Unit testing software can be difficult, especially when you are considering what to test. You should test the happy path that you expect most of your code to adhere to, but what else? I use a concept I call Fencepost Testing to help me determine if I have sufficient test coverage. The concept is simple, consider your code and identify the boundary conditions it should adhere to. If what you are testing has one boundary or a “fencepost” then test that post. If you find multiple boundaries then you have multiple “fenceposts”, you should test each post and a wildcard in between. The “fenceposts” being the make it or break it components of the subject you are testing.
So, for some code that checks if a date is in the future I would breakup my tests as such:
- Some arbitrary date in the past
- Yesterday (Fencepost - Immediate boundary)
- Today (Fencepost)
- Tomorrow (Fencepost - Immediate boundary)
- Some arbitrary date in the future
Some would argue that the arbitrary dates would not matter, but they serve as sanity checks to make sure I’m noti, for example, using the month value alone. The arbitrary dates could be random, since they should never fail. If they did, well then you’ve caught a bug.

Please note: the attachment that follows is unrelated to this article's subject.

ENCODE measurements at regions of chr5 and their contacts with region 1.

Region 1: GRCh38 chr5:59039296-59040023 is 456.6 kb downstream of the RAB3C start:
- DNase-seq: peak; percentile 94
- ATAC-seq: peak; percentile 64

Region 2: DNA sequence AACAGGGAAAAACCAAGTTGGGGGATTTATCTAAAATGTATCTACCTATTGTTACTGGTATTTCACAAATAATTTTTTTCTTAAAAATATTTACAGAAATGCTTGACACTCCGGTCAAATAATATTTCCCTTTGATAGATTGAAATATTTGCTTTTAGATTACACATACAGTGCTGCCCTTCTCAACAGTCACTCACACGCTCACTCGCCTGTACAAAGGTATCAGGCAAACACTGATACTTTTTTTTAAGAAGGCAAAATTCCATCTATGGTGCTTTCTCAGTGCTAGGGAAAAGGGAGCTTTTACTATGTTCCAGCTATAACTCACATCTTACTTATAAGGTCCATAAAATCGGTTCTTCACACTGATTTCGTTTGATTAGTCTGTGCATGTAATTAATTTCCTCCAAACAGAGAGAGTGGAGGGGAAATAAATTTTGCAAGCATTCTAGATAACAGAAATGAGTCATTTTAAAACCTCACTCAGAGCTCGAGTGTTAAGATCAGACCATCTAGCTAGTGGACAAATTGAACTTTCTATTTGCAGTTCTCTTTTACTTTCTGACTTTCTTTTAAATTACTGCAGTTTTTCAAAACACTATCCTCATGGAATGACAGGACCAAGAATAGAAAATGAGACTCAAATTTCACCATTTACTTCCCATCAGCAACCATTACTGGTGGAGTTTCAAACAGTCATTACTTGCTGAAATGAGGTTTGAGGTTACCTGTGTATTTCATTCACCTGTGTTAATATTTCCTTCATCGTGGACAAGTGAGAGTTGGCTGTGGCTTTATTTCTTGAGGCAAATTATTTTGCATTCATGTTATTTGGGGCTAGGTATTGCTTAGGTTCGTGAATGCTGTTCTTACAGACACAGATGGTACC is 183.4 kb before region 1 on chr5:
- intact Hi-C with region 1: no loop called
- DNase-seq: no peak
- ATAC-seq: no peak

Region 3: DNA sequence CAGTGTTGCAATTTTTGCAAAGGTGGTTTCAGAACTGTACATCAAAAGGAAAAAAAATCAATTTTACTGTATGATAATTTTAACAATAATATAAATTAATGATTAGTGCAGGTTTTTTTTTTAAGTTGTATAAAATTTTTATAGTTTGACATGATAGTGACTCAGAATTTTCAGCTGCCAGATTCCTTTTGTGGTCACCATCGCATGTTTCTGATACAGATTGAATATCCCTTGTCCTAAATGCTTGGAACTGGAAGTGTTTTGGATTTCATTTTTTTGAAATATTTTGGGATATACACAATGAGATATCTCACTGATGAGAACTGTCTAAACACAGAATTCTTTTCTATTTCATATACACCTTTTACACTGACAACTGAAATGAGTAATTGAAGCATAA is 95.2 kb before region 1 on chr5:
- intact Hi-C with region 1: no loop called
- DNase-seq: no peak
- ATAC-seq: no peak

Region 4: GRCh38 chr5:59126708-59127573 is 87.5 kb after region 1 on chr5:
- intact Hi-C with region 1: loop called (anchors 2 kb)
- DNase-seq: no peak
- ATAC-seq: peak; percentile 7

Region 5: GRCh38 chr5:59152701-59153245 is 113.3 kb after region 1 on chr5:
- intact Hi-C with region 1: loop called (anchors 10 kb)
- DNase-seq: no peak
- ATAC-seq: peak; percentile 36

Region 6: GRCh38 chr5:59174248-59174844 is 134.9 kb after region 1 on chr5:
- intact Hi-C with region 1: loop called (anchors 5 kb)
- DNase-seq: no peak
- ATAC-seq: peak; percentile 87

Consider the regex
^\$\d+$ which simply tests is a string is a dollar amount. A slightly more complicated item to test, with an infinite number of posibilities that would and would not match. But, there are some fenceposts:
- Must start with $
- Must have a digit following the $
- Can have many digits there after
- Last character must be a digit
So my test cases would be:
- ’ $1’ (There is a whitespace character at the beginning)
- ‘a$1’ (Non-whitespace character before $)
- ’$’ (Nothing following the $)
- ‘$a’ (Non-whitespace non-digit character after $)
- ’$ ’ (Whitespace character after $)
- ‘$1’ (Simple one digit happy path)
- ‘$1234567890’ (Simple multi-digit happy path)
- ‘$1 ’ (One digit with trailing whitespace)
- ‘$1a’ (One digit with trailing non-digit character)
- ‘$1a1’ (Digits with intermittent non-digit character)
- ‘$1,000’ (Digits with comma separated non-digit character)
In essence this should cover most of the cases that could be applied to that regex. If you do find a bug that passes this regex enexpectedly then add a new test case.
Testing the posts alone, or solely the happy path is not different than building fenceposts with no fence between them.